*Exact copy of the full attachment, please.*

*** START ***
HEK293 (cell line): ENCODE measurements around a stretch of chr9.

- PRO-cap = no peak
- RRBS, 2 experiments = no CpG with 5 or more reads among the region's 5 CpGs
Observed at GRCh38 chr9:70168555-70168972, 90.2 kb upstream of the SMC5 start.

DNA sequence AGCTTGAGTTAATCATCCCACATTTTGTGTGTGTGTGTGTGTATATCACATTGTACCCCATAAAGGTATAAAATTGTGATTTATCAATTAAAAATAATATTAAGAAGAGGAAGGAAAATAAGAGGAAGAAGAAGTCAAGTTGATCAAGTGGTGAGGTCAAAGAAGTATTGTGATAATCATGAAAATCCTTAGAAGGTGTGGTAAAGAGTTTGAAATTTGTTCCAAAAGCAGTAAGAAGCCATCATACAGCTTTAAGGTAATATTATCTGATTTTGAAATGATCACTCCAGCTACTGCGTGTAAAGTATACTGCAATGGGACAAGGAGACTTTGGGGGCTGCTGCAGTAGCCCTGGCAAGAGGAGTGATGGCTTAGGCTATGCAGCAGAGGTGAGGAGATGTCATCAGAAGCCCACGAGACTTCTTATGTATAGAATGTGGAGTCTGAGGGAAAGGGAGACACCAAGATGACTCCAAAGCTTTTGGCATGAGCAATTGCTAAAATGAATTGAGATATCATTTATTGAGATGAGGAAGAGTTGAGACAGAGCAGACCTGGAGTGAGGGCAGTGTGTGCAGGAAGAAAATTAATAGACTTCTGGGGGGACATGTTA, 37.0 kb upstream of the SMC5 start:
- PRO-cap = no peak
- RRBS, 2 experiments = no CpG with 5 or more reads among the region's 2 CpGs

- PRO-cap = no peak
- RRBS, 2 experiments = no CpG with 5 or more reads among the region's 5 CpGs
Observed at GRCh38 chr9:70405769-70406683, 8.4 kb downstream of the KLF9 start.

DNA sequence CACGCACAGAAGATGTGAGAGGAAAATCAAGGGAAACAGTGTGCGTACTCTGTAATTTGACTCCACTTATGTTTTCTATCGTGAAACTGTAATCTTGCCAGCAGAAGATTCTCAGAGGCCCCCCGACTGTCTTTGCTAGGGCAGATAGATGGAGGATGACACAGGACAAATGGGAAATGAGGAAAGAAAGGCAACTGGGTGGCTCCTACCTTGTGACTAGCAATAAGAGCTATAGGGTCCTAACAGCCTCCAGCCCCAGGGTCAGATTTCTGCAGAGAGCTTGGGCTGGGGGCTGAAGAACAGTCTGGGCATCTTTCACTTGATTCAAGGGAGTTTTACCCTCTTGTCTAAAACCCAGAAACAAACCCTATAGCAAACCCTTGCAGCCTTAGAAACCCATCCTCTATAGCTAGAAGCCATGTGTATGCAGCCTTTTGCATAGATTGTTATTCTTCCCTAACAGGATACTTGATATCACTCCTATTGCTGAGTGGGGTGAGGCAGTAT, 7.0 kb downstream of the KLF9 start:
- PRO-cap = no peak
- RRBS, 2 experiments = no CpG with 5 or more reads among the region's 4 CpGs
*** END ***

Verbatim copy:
HEK293 (cell line): ENCODE measurements around a stretch of chr9.

- PRO-cap = no peak
- RRBS, 2 experiments = no CpG with 5 or more reads among the region's 5 CpGs
Observed at GRCh38 chr9:70168555-70168972, 90.2 kb upstream of the SMC5 start.

DNA sequence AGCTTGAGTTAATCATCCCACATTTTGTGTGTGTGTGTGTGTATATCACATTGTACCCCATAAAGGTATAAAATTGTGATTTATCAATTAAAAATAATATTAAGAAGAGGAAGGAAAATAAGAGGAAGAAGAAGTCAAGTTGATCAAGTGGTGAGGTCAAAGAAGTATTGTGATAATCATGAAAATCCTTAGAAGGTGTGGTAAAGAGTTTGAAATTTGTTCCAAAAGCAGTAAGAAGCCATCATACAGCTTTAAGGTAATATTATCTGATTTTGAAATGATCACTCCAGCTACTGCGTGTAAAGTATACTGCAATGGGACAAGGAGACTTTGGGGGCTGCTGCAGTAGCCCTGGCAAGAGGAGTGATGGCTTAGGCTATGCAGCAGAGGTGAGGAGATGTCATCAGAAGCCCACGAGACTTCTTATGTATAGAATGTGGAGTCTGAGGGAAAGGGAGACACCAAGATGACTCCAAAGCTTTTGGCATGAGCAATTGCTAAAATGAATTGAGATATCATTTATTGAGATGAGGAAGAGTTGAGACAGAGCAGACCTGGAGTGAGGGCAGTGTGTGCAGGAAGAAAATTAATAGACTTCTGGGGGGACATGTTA, 37.0 kb upstream of the SMC5 start:
- PRO-cap = no peak
- RRBS, 2 experiments = no CpG with 5 or more reads among the region's 2 CpGs

- PRO-cap = no peak
- RRBS, 2 experiments = no CpG with 5 or more reads among the region's 5 CpGs
Observed at GRCh38 chr9:70405769-70406683, 8.4 kb downstream of the KLF9 start.

DNA sequence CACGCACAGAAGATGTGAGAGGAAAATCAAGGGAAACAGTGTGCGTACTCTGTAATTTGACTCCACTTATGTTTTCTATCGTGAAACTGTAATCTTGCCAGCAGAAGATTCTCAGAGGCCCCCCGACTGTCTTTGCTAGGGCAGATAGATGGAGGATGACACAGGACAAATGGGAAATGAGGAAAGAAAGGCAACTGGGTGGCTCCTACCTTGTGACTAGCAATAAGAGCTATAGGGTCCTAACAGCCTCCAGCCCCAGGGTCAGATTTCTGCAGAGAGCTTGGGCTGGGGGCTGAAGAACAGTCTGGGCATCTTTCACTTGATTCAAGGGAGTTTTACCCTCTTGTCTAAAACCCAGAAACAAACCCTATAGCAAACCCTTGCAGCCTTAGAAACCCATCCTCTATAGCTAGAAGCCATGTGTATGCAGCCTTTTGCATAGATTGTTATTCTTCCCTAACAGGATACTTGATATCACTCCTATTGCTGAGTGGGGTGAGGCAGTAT, 7.0 kb downstream of the KLF9 start:
- PRO-cap = no peak
- RRBS, 2 experiments = no CpG with 5 or more reads among the region's 4 CpGs